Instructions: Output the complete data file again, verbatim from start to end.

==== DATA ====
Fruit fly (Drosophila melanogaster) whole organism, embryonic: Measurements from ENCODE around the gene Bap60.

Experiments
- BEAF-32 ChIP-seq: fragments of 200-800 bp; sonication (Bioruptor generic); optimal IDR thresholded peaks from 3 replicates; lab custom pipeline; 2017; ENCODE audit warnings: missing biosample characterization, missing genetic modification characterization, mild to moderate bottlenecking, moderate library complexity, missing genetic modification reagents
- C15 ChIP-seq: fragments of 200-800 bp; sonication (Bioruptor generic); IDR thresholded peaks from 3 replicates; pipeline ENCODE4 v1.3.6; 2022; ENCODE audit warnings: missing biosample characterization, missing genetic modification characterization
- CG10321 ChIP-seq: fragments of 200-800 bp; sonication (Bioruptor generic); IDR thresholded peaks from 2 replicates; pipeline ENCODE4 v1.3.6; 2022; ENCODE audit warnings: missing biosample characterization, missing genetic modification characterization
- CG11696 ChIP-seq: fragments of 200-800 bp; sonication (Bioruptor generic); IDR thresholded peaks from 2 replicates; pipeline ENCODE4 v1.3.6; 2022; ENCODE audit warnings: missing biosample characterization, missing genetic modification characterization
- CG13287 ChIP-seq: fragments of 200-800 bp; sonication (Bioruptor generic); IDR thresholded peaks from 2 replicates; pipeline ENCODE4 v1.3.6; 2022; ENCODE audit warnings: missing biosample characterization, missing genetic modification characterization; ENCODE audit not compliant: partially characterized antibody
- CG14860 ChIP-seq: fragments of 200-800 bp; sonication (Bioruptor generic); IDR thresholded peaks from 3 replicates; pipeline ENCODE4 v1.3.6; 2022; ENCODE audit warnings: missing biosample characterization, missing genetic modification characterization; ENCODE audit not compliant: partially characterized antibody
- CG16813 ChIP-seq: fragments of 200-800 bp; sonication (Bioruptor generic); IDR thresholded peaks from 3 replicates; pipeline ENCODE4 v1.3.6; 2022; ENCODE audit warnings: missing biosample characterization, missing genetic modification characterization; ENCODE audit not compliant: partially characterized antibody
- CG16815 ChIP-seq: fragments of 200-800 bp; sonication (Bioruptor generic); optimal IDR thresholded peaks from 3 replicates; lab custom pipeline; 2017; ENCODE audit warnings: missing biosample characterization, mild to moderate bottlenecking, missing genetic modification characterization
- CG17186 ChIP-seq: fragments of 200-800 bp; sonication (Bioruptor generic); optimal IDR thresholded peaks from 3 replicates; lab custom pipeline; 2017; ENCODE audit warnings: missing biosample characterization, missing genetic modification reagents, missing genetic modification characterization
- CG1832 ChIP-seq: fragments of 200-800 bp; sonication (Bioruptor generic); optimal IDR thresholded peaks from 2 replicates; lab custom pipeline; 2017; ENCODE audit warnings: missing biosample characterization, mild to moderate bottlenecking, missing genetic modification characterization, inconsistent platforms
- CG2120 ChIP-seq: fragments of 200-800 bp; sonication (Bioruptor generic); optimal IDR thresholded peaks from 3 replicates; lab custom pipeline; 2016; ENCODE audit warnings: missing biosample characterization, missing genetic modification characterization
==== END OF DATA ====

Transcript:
Fruit fly (Drosophila melanogaster) whole organism, embryonic: Measurements from ENCODE around the gene Bap60.

Experiments
- BEAF-32 ChIP-seq: fragments of 200-800 bp; sonication (Bioruptor generic); optimal IDR thresholded peaks from 3 replicates; lab custom pipeline; 2017; ENCODE audit warnings: missing biosample characterization, missing genetic modification characterization, mild to moderate bottlenecking, moderate library complexity, missing genetic modification reagents
- C15 ChIP-seq: fragments of 200-800 bp; sonication (Bioruptor generic); IDR thresholded peaks from 3 replicates; pipeline ENCODE4 v1.3.6; 2022; ENCODE audit warnings: missing biosample characterization, missing genetic modification characterization
- CG10321 ChIP-seq: fragments of 200-800 bp; sonication (Bioruptor generic); IDR thresholded peaks from 2 replicates; pipeline ENCODE4 v1.3.6; 2022; ENCODE audit warnings: missing biosample characterization, missing genetic modification characterization
- CG11696 ChIP-seq: fragments of 200-800 bp; sonication (Bioruptor generic); IDR thresholded peaks from 2 replicates; pipeline ENCODE4 v1.3.6; 2022; ENCODE audit warnings: missing biosample characterization, missing genetic modification characterization
- CG13287 ChIP-seq: fragments of 200-800 bp; sonication (Bioruptor generic); IDR thresholded peaks from 2 replicates; pipeline ENCODE4 v1.3.6; 2022; ENCODE audit warnings: missing biosample characterization, missing genetic modification characterization; ENCODE audit not compliant: partially characterized antibody
- CG14860 ChIP-seq: fragments of 200-800 bp; sonication (Bioruptor generic); IDR thresholded peaks from 3 replicates; pipeline ENCODE4 v1.3.6; 2022; ENCODE audit warnings: missing biosample characterization, missing genetic modification characterization; ENCODE audit not compliant: partially characterized antibody
- CG16813 ChIP-seq: fragments of 200-800 bp; sonication (Bioruptor generic); IDR thresholded peaks from 3 replicates; pipeline ENCODE4 v1.3.6; 2022; ENCODE audit warnings: missing biosample characterization, missing genetic modification characterization; ENCODE audit not compliant: partially characterized antibody
- CG16815 ChIP-seq: fragments of 200-800 bp; sonication (Bioruptor generic); optimal IDR thresholded peaks from 3 replicates; lab custom pipeline; 2017; ENCODE audit warnings: missing biosample characterization, mild to moderate bottlenecking, missing genetic modification characterization
- CG17186 ChIP-seq: fragments of 200-800 bp; sonication (Bioruptor generic); optimal IDR thresholded peaks from 3 replicates; lab custom pipeline; 2017; ENCODE audit warnings: missing biosample characterization, missing genetic modification reagents, missing genetic modification characterization
- CG1832 ChIP-seq: fragments of 200-800 bp; sonication (Bioruptor generic); optimal IDR thresholded peaks from 2 replicates; lab custom pipeline; 2017; ENCODE audit warnings: missing biosample characterization, mild to moderate bottlenecking, missing genetic modification characterization, inconsistent platforms
- CG2120 ChIP-seq: fragments of 200-800 bp; sonication (Bioruptor generic); optimal IDR thresholded peaks from 3 replicates; lab custom pipeline; 2016; ENCODE audit warnings: missing biosample characterization, missing genetic modification characterization